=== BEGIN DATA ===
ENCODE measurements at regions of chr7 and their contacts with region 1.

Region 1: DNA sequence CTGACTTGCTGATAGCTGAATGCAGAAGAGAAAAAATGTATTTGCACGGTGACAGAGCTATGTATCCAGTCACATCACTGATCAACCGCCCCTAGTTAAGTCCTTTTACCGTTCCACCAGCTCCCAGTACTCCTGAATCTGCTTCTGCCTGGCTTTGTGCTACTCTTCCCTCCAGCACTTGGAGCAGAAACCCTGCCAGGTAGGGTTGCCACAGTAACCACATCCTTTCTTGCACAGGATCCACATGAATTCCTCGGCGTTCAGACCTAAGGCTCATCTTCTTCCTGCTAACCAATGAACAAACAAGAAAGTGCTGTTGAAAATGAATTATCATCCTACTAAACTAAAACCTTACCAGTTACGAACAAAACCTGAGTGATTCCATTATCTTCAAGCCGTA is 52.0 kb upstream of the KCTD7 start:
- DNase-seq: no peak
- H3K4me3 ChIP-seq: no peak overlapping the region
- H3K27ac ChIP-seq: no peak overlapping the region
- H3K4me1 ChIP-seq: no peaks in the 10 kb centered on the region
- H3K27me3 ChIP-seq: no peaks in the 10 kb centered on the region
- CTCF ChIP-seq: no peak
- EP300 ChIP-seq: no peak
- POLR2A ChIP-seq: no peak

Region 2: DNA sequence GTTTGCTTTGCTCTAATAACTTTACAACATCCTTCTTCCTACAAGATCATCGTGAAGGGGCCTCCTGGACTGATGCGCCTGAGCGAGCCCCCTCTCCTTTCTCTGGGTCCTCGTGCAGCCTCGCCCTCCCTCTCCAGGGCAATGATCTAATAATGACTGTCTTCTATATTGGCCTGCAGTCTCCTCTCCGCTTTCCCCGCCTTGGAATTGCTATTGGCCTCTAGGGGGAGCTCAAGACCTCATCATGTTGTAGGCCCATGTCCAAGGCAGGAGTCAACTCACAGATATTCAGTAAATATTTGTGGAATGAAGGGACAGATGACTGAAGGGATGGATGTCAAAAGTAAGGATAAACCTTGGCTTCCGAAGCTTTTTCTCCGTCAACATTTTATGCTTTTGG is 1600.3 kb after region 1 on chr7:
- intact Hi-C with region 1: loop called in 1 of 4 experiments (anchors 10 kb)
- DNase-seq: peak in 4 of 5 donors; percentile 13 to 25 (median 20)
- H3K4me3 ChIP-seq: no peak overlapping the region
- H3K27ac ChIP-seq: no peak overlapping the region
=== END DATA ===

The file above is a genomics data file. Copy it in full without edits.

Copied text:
ENCODE measurements at regions of chr7 and their contacts with region 1.

Region 1: DNA sequence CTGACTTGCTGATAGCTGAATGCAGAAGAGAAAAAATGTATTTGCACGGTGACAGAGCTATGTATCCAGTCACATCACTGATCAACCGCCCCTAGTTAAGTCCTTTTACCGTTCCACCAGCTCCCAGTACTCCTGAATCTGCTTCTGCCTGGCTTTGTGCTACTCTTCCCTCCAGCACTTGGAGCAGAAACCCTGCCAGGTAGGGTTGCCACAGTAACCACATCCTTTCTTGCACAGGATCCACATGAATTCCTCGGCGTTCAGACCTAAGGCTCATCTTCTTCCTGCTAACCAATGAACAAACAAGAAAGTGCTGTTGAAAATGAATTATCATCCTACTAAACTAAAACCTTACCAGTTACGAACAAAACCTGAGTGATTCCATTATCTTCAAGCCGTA is 52.0 kb upstream of the KCTD7 start:
- DNase-seq: no peak
- H3K4me3 ChIP-seq: no peak overlapping the region
- H3K27ac ChIP-seq: no peak overlapping the region
- H3K4me1 ChIP-seq: no peaks in the 10 kb centered on the region
- H3K27me3 ChIP-seq: no peaks in the 10 kb centered on the region
- CTCF ChIP-seq: no peak
- EP300 ChIP-seq: no peak
- POLR2A ChIP-seq: no peak

Region 2: DNA sequence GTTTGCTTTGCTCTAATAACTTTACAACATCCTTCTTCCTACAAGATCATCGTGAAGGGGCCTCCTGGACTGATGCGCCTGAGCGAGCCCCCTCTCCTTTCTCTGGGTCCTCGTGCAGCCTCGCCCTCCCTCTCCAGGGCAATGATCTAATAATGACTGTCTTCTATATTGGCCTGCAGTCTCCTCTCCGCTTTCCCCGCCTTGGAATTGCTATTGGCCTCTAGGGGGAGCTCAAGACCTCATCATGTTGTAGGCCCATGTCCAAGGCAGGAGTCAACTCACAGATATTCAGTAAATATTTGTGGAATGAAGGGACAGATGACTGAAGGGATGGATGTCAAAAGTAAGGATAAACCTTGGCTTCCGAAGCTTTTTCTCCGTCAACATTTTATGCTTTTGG is 1600.3 kb after region 1 on chr7:
- intact Hi-C with region 1: loop called in 1 of 4 experiments (anchors 10 kb)
- DNase-seq: peak in 4 of 5 donors; percentile 13 to 25 (median 20)
- H3K4me3 ChIP-seq: no peak overlapping the region
- H3K27ac ChIP-seq: no peak overlapping the region